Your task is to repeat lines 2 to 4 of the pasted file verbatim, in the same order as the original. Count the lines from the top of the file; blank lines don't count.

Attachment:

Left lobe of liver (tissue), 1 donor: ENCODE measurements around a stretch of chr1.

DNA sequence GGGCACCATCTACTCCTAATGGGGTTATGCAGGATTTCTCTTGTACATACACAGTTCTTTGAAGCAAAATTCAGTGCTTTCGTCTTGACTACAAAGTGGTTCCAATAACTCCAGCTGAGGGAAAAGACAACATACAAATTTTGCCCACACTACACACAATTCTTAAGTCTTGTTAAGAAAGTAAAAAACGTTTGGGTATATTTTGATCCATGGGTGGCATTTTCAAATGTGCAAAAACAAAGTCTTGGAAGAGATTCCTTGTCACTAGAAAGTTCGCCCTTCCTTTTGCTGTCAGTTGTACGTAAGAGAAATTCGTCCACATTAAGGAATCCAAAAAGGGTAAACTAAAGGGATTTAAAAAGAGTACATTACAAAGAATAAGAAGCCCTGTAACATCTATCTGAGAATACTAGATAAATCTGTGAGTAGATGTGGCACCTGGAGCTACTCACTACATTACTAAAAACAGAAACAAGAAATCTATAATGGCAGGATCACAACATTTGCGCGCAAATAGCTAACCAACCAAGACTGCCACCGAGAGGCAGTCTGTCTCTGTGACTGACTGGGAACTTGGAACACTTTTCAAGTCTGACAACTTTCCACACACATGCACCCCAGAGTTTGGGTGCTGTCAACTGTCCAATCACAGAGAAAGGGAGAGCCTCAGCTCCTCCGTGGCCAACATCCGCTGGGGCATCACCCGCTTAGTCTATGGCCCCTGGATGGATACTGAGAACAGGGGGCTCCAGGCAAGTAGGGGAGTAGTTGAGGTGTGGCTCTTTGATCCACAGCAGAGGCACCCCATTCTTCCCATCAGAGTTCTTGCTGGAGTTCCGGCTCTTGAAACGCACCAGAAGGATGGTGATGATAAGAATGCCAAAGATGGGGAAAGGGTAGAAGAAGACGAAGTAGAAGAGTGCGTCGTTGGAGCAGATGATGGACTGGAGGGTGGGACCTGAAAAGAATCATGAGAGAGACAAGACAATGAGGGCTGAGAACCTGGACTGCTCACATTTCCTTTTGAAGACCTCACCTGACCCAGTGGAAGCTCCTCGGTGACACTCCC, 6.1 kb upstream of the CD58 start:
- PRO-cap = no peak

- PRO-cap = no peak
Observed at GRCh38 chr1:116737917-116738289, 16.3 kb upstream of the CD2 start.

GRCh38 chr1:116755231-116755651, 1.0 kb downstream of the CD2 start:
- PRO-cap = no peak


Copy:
DNA sequence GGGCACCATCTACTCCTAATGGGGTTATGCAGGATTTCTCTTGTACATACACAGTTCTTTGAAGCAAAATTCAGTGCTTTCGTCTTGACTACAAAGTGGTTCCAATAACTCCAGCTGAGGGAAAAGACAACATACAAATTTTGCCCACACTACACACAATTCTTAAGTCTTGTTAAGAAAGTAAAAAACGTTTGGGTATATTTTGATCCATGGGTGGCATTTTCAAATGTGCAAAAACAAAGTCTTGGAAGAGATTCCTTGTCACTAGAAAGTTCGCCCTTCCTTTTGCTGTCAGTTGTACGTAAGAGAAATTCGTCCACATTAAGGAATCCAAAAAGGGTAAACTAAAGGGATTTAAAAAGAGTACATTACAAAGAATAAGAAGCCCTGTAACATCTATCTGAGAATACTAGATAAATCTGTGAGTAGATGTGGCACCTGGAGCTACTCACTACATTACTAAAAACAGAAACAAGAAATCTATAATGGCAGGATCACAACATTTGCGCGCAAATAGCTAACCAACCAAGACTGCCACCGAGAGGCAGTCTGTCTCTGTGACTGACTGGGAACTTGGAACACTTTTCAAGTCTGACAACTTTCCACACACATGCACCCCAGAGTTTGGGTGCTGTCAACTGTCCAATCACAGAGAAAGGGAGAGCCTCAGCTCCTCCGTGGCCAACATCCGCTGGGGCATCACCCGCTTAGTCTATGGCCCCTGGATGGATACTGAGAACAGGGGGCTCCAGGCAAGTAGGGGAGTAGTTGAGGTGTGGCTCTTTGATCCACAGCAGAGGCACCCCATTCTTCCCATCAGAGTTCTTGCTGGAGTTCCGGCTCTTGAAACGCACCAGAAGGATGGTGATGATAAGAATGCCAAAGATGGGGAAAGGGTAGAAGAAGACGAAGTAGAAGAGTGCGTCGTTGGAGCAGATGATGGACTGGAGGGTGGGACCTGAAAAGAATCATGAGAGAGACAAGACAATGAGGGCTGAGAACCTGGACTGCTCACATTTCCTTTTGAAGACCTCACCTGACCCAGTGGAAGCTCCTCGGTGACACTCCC, 6.1 kb upstream of the CD58 start:
- PRO-cap = no peak

- PRO-cap = no peak